Previous studies showed that the insertion of the intramuscular tendons of the deltoid muscle formed three discrete lines. The purpose of the present study was to establish a new dividing method of the deltoid muscle into various anatomical segments based on the distribution of the intramuscular tendons with their insertions (anatomical study). We further hoped to clarify the relationship between the anatomical segments and their activity pattern assessed by positron emission tomography with [18F]-2-fluoro-deoxyglucose (FDG–PET; PET study). Sixty cadaveric shoulders were investigated in the anatomical study. Three tendinous insertions of the deltoid muscle to the humerus were identified. Then, the intramuscular tendons were traced from their humeral insertions to the proximal muscular origins. The extent of each anatomical segment of the muscle including its origin and insertion was determined through careful dissection. Six healthy volunteers were examined using FDG–PET for the PET study. PET images were obtained after exercise of elevation in the scapular plane. On the PET images, margins of each anatomical segment of the deltoid muscle were determined using magnetic resonance images. Then, the standardized uptake value in each segment was calculated to quantify its activity. The anatomical study demonstrated that the deltoid muscle was divided into seven segments based on the distribution of its intramuscular tendons. The PET study revealed that the intake of FDG was not uniform in the deltoid muscle. The area with high FDG intake corresponded well to the individual muscular segments separated by the intramuscular tendons. We conclude that the deltoid muscle has seven anatomical segments, which seem to represent the functional units of this muscle.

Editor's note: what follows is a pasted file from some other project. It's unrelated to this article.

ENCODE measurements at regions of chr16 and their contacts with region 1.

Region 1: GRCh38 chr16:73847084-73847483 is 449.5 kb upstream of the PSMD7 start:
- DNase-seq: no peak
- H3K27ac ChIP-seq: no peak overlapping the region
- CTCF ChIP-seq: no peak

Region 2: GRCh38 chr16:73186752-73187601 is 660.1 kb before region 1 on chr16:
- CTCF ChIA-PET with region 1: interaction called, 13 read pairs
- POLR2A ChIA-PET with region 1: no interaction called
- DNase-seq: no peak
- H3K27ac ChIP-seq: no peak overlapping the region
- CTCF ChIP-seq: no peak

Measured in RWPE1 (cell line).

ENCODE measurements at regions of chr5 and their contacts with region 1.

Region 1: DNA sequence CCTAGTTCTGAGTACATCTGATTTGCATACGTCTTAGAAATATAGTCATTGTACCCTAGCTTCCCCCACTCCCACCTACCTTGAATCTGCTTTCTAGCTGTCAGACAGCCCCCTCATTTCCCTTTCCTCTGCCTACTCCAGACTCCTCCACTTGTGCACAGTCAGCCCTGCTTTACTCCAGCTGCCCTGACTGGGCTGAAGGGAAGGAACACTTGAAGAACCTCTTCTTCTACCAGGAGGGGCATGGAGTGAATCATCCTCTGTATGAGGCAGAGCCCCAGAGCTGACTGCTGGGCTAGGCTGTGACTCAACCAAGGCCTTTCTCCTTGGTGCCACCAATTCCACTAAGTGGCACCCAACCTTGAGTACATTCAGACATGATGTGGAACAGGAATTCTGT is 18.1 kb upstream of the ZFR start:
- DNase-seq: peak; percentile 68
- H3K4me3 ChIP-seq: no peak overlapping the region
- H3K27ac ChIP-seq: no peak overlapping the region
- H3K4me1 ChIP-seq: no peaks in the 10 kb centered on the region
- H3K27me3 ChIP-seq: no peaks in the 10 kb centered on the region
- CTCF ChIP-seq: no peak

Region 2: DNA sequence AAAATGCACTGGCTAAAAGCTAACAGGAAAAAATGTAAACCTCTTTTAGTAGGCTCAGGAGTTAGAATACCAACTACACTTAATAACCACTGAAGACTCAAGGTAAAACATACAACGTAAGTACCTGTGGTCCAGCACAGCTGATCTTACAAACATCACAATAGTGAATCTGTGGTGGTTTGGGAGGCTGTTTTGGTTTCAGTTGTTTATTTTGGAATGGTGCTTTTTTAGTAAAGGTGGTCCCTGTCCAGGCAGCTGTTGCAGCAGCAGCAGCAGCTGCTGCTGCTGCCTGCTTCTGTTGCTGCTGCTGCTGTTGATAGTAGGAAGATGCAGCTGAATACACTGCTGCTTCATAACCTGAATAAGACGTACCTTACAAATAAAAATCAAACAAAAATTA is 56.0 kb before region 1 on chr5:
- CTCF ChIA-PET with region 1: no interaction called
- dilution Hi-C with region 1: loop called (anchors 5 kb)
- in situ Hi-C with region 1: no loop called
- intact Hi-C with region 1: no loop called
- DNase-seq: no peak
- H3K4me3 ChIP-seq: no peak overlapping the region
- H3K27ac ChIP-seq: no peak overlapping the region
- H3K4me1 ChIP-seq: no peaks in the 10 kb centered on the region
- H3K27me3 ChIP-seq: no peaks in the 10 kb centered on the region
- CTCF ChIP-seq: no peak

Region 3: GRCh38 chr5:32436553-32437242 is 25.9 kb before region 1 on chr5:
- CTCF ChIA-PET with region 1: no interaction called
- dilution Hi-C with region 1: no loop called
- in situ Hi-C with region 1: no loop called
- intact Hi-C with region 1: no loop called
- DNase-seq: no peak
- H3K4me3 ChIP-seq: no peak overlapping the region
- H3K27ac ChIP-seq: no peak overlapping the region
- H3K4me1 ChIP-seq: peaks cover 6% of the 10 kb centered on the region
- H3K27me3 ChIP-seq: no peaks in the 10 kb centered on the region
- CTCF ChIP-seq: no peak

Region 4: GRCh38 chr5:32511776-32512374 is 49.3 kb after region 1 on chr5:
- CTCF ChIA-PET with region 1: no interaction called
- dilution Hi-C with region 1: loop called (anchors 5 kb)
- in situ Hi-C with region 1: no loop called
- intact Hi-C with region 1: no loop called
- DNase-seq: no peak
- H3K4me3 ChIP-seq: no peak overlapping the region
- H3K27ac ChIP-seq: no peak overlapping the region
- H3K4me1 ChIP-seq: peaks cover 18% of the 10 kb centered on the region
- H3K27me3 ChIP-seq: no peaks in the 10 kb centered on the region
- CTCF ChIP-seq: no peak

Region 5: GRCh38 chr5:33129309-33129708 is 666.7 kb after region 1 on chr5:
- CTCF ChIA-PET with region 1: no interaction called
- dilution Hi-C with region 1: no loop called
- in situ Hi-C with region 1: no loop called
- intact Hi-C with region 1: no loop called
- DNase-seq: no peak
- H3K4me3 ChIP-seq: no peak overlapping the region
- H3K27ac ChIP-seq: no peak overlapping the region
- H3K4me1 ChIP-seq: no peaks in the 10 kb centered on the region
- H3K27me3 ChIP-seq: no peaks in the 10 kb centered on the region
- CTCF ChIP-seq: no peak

The deltoid muscle has been classically divided into three anatomical portions: the anterior; the middle; and the posterior portions. The anterior deltoid takes its origin from the lateral one-third of the clavicle as well as the anterior acromion; the middle deltoid originates from the lateral margin of the acromion; and the posterior deltoid from the scapular spine (Williams & Warwick, 1980). It has been believed that the activation pattern of this muscle during shoulder motion is different among these three portions (Reinold et al. 2007). Even in the same anatomical portion, its function may vary as the direction of muscle fibers changes gradually with changing the sites of their origins and insertions.